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undefined high 1The particle system is responsible for generating the initial image; this is subsequently reinterpreted by the Diffusion Model on the basis of the dream text and through the management of some characteristic parameters (e.g. prompt embeddings, guidance scale, strength, etc.). The versatility of the Diffusion Models allows for a dynamic departure from the source image by giving greater or lesser relevance to the interpretation of the dream text: precisely the management of this balance turned out to be one of the most interesting expressive tools on which the entire visual development of the project is based. Finally, the image returned by the diffusion is modified by the third layer that deals with the introduction of additional compositional elements into the image. This last layer makes it possible to increase the overall compositional complexity and, through the feedback process, generate the basis for the next frame.




The sound atmospheres of Onirica () trace the ideal pattern of sleep during the night through three distinct musical moments: deep sleep (NREM), REM sleep and the moment of transition between different cycles. Alternating between crescendo and decrescendo, the opera's soundtrack creates a transition between regular and irregular elements, elements of tension and relaxation, which follow one another tracing the rhythm of the narrative.


A drone, a technique whereby a note or group of notes are played continuously, has been used to represent sleep. A common use of this technique is in traditional Indian music, where it is achieved through instruments such as the tanpura. Deep sleep is also often referred to as "slow wave" sleep because neuronal activity slows down and tends to synchronise. Similarly during installation in NREM phases, the drone dries out by thinning out to a few harmonies and working at lower and lower frequencies.

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Although it may be thought that during sleep brain activity is minimal, it is scientifically proven that during the REM phase the brain conducts neuronal activity comparable to or, in some specific areas, even greater than during wakefulness. In the sound composition of Onirica (), this electric "buzz" is achieved by using three instruments (electric bass, electric guitar and acoustic guitar) tuned to open tunings and played through a bow. The reiteration of this gesture contributes to the creation of a rich mantle of sound made up of variations and micro activity. In the bridging phase between one cycle and the next, which represents a true crossing of the dream space, the same timbres are explored through some extended techniques-unusual, nontraditional approaches-that expand the expressive technical possibilities of percussion instruments and strings, played along unconventional angles, particularly on headstock and bridge.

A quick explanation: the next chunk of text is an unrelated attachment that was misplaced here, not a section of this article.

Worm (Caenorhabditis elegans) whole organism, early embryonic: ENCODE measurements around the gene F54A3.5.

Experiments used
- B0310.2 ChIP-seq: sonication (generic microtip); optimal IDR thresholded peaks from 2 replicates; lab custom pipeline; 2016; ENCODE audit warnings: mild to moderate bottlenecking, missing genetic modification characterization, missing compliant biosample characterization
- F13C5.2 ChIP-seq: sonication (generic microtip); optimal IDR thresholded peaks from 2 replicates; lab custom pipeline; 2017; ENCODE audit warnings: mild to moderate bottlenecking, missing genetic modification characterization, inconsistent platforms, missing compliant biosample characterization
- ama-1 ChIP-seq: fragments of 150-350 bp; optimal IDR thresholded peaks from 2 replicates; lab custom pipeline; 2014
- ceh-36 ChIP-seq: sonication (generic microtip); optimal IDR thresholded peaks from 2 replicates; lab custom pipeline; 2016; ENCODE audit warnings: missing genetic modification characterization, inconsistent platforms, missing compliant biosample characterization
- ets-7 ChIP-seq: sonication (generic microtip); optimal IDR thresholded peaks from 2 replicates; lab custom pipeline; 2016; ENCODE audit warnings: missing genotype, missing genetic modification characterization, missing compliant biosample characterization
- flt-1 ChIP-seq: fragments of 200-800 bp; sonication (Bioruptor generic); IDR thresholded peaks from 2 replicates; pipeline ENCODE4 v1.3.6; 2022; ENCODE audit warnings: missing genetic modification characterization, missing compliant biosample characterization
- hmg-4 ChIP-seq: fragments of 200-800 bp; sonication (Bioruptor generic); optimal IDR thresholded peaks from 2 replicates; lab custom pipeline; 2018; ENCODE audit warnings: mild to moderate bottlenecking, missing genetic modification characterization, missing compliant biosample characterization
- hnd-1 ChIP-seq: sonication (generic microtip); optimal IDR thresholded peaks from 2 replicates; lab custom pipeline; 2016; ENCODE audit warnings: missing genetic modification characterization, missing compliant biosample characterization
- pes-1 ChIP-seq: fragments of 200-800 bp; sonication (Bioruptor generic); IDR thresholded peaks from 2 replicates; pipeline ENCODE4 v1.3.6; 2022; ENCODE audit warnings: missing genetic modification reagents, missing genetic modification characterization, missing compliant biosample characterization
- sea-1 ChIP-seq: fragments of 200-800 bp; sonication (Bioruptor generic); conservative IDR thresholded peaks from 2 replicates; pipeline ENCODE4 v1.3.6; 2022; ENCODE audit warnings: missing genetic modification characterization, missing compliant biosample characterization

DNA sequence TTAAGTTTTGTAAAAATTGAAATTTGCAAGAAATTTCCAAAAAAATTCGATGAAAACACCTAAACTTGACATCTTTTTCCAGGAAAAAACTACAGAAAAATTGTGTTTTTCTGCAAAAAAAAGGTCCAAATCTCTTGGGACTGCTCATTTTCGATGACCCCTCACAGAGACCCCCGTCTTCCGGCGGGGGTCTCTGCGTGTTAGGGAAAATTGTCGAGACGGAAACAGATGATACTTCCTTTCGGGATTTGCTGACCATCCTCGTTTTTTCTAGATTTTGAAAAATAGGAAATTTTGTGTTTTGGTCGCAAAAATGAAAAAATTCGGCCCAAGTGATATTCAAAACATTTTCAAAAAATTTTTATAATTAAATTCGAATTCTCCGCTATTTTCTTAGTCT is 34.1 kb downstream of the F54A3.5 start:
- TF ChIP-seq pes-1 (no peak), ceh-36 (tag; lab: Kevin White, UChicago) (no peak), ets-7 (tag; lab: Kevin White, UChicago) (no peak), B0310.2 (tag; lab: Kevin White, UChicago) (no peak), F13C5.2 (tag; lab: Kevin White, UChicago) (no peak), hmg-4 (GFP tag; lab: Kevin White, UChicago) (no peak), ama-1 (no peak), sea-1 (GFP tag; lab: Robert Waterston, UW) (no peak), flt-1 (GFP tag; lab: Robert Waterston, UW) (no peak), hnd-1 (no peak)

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Another element of paramount importance in the experience are the voices, which accompany the visitor on the journey through the dreams: if in each bridge the voices mingle in a dreamy chatter, in each dream short film it is a single voice that is in charge of the main narrative. The thirty dream texts selected from the Bologna dataset by their nature (due to the fact that they are a verbatim description in the laboratory, collected at the end of the dream), also include special elements such as hesitations, repetitions, disconnected phrases, or interjections, which contribute to making the dataset even more real and human.


In order for this level of detail to be fully exploited, an artificial voice generation was opted for, implemented through an open source artificial intelligence model named Bark. Although the model occasionally succeeds in correctly interpreting texts through emphasised words, stumbles or sighs, it is equally interesting to be aware of its difficulty in exposing texts consistently and with the right intonation. For this reason it was necessary to do a particularly thorough and detailed job of generating multiple vocal traces, which have then been listened to and carefully selected. At times, it also required some manual cut and sew in order to merge different generations of the same dream.

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Onirica () is a site-specific audiovisual installation produced by fuse* with the support of INOTA Festival and Fondazione Alberto Peruzzo.

The dream stories used in the artwork come from the following datasets:

  • DreamDataBank (DDB) Laboratory of Psychophysiology of Dream and Sleep "M. Bosinelli," Department of Psychology "Renzo Canestrari," Alma Mater Studiorum University of Bologna.  With special thanks to lab leader Miranda Occhionero.
  • DreamBank University of California Santa Cruz, created by G. William Domhoff and Adam Schneider


The visual component is based on a pipeline integrating the Diffusers: state-of-the-art diffusion model library developed by Huggingface and OpenGL Shading Language (GLSL).
Connections between dreams were obtained through text analysis with the Sentence Transformer framework, first introduced in the article "Sentence-BERT: Sentence Embeddings using Siamese BERT- Networks," by authors N. Reimers and I. Gurevych.
The speech synthesis was realized thanks to the Bark model developed by Suno AI.


Photo report: Ugo Carmeni, 2023



23 May - 28 July 2024 - Centro Cultural Pozu Santa Bárbara / Mieres, ES - solo exhibit
9 February - 01 September 2024 - "Ventanas al futuro" c/o Espacio Fundación Telefónica / Madrid, ES


Past Exhibitions

15 - 20 April 2024 - Pasqua Winery / Verona, IT
27 January - 12 May 2024 - "Hello, Human!" c/o MoCA Taipei / Taipei, TW
07 - 12 November 2023 - Taiwan Creative Content Fest / Taiwan, TW
16 September - 15 October 2023 - Fondazione Alberto Peruzzo / Padua, IT - solo exhibit
31 August - 03 September 2023 - INOTA Festival / Várpalota, HU